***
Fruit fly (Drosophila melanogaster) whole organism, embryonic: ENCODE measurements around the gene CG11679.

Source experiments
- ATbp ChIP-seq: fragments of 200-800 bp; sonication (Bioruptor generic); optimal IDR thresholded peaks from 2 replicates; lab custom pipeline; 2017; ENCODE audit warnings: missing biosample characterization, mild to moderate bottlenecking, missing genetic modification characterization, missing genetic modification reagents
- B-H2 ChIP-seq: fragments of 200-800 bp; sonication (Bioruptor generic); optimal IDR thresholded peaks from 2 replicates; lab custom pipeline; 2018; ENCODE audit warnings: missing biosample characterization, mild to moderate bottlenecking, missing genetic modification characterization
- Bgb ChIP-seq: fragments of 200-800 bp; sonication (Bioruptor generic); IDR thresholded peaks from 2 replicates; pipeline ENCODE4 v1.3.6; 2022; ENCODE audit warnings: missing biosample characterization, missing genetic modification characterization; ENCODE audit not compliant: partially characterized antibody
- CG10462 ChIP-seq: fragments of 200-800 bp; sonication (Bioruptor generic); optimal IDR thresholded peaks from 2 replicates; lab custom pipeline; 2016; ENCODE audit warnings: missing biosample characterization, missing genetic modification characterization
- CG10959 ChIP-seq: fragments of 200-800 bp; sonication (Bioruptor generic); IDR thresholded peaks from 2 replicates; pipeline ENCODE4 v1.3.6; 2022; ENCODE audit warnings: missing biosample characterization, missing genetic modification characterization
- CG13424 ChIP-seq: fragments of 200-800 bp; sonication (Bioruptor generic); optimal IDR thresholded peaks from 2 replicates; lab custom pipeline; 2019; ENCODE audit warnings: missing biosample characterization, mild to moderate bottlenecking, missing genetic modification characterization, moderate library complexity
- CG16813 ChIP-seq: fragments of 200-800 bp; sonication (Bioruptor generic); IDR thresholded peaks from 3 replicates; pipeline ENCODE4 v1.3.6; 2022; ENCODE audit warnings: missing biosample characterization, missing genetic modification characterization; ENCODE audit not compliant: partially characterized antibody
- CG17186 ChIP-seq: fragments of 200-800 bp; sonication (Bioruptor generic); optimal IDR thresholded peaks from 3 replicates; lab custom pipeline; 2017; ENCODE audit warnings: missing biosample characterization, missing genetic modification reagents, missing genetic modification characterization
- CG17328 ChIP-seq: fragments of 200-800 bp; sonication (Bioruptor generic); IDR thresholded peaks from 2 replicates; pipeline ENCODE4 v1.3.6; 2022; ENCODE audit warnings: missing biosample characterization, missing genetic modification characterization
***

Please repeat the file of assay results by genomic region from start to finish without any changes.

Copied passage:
Fruit fly (Drosophila melanogaster) whole organism, embryonic: ENCODE measurements around the gene CG11679.

Source experiments
- ATbp ChIP-seq: fragments of 200-800 bp; sonication (Bioruptor generic); optimal IDR thresholded peaks from 2 replicates; lab custom pipeline; 2017; ENCODE audit warnings: missing biosample characterization, mild to moderate bottlenecking, missing genetic modification characterization, missing genetic modification reagents
- B-H2 ChIP-seq: fragments of 200-800 bp; sonication (Bioruptor generic); optimal IDR thresholded peaks from 2 replicates; lab custom pipeline; 2018; ENCODE audit warnings: missing biosample characterization, mild to moderate bottlenecking, missing genetic modification characterization
- Bgb ChIP-seq: fragments of 200-800 bp; sonication (Bioruptor generic); IDR thresholded peaks from 2 replicates; pipeline ENCODE4 v1.3.6; 2022; ENCODE audit warnings: missing biosample characterization, missing genetic modification characterization; ENCODE audit not compliant: partially characterized antibody
- CG10462 ChIP-seq: fragments of 200-800 bp; sonication (Bioruptor generic); optimal IDR thresholded peaks from 2 replicates; lab custom pipeline; 2016; ENCODE audit warnings: missing biosample characterization, missing genetic modification characterization
- CG10959 ChIP-seq: fragments of 200-800 bp; sonication (Bioruptor generic); IDR thresholded peaks from 2 replicates; pipeline ENCODE4 v1.3.6; 2022; ENCODE audit warnings: missing biosample characterization, missing genetic modification characterization
- CG13424 ChIP-seq: fragments of 200-800 bp; sonication (Bioruptor generic); optimal IDR thresholded peaks from 2 replicates; lab custom pipeline; 2019; ENCODE audit warnings: missing biosample characterization, mild to moderate bottlenecking, missing genetic modification characterization, moderate library complexity
- CG16813 ChIP-seq: fragments of 200-800 bp; sonication (Bioruptor generic); IDR thresholded peaks from 3 replicates; pipeline ENCODE4 v1.3.6; 2022; ENCODE audit warnings: missing biosample characterization, missing genetic modification characterization; ENCODE audit not compliant: partially characterized antibody
- CG17186 ChIP-seq: fragments of 200-800 bp; sonication (Bioruptor generic); optimal IDR thresholded peaks from 3 replicates; lab custom pipeline; 2017; ENCODE audit warnings: missing biosample characterization, missing genetic modification reagents, missing genetic modification characterization
- CG17328 ChIP-seq: fragments of 200-800 bp; sonication (Bioruptor generic); IDR thresholded peaks from 2 replicates; pipeline ENCODE4 v1.3.6; 2022; ENCODE audit warnings: missing biosample characterization, missing genetic modification characterization